Is it a wonder we have seen Trump’s clumsy rhetoric win over the voters? Changes had to be made, we were told. The old status quo had to fall. The language of the common man was the vehicle which made it possible to reignite the spark in the hearts of those who still believed in the Great Experiment Emerson sketched out in his speeches and essays. As far as I can see, those who stood behind Trump did the right thing by their own traditions when the flag was flown. I do not like the way things turned out at all myself, but I can see why they turned out the way they did. The clown politician, the idiot, was the one who, in the minds of many, spoke the truth, and they followed.

In the end, it all comes down to faith, as always. But the elections have also shown the world the power of a tradition that started out as a way of destroying old traditions in favor of the new. It will turn on itself again soon enough. In the meantime, I think everyone should brush up on their rhetoric and study the tradition to end all traditions very carefully. The next turn of the wheel should not come as a surprise even if it is impossible to predict what exactly will happen when it happens.

Passion’s Trumping of Reason

Every time I make a political comment online, it feels like a mistake. Stupidly raging against faceless mechanisms of power and the people who manage them may be satisfying for a few minutes, but afterwards you feel bad and that resentment slowly builds and grows into chronic angst. On the Internet, no one can hear you scream. And nobody really cares anyway. There are a few people who make change happen online as well, but mostly the Internet is just a playground for bullies whose mission in life is to make others feel bad.

Hulk_aQUINASI prefer comics and heavy metal to politics. You very often learn much more from them than from professional politicians or political reporting. They have simple moral lessons that can help you in all sorts of ways. They are rarely like the over-emotional and manipulative news stories we are subjected to these days. There really is very little in the news for someone who wants an objective version of current events with which they could assess the political situation of their country. You are better off with the funny papers. Luckily, we also have a fairly good library at home filled with books that can do the job.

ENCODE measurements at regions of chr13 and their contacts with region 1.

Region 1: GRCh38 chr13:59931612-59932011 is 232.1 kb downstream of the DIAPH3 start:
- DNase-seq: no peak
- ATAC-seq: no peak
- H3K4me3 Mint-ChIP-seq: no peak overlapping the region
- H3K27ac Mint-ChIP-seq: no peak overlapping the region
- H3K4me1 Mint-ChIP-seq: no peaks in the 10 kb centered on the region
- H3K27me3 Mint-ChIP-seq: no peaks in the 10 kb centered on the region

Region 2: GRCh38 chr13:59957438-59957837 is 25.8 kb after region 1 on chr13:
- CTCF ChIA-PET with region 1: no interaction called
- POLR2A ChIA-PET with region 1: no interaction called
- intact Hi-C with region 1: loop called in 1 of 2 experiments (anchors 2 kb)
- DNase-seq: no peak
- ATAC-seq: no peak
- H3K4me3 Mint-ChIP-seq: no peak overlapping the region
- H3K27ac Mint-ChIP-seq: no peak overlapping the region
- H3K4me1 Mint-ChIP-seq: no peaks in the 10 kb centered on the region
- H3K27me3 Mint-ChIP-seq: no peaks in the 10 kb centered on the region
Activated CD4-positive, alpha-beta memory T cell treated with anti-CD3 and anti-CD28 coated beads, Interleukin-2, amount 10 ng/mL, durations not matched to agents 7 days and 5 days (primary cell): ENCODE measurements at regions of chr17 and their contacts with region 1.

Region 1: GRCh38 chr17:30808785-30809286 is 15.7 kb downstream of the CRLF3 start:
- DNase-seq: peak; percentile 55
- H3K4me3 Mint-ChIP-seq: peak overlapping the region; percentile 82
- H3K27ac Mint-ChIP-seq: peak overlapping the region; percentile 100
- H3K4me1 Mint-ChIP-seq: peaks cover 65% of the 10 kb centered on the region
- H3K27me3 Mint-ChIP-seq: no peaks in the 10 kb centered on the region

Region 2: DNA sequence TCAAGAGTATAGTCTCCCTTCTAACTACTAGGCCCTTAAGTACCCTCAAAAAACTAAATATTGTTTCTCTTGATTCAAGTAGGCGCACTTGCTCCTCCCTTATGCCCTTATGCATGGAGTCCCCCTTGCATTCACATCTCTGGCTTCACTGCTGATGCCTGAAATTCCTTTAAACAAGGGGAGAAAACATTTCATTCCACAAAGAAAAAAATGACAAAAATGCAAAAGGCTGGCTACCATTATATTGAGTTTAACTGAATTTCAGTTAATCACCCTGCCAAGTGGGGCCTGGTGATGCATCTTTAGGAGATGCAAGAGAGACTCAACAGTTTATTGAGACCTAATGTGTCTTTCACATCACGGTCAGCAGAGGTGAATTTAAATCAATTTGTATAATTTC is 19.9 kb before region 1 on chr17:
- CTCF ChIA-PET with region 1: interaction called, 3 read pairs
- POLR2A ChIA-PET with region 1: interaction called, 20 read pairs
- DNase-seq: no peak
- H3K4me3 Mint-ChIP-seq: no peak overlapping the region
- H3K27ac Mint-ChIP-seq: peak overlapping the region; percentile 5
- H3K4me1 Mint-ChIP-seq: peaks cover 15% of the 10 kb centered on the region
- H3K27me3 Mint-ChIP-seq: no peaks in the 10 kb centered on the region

With the awful state of the emotional press and the subconscious ways in which I find myself imitating it, I began to think about Thomas Aquinas. Christopher Tilmouth describes Aquinas’ thinking about the passions, reason and will in his book Passion’s Triumph Over Reason very well:

Reason need only present what it deems to be good directly to the imagination as pleasant, and what it deems to be evil as painful. By thus influencing the ‘forms’ of the imagination, the very basis of the sensitive appetite, it can redirect the latter to produce passions which favour reason and the will’s own rational courses. […] One especially important manifestation of this mechanism is man’s ability to set one kind of sensitive passion alongside or against another as the will dictates. According to Aquinas, man has within him ‘not only a bent towards what is beneficial and away from what is harmful’ — this is the realm of the sensitive appetite’s ‘concupiscible’ passions — but also a power of ‘resistance to contrary and destructive forces’ which ‘block’ his aspirations or otherwise ‘menace’ him — this, the province of his ‘irascible’ passions. The irascibles, especially when driven on by the will, may act as ‘champions and defenders’ or the concupiscibles, attacking those ‘obstacles’ and ‘threats’ which stand between man and his desires; but equally irascible passions may be invoked by the will specifically to counteract the sensitive appetite’s initial, concupiscible inclinations, and even to make the soul ‘submit to pain’ when reason judges this the right thing to do.

Hulk_1_coverIn Aquinas’ famous conception of the mind, at least according to Tilmouth, emotions, the will and reason come together to form a web of interaction where we have some form of control of all the faculties relationally. If someone tells you they cannot help the way they feel, you can point to Aquinas. You actually can help the way you feel and make yourself do things accordingly — unless, of course, there is something pathological going on. That is not to say Aquinas got everything right, but to note that you are in charge of your emotions even, and perhaps especially, when you decide to give them power over your rational faculty.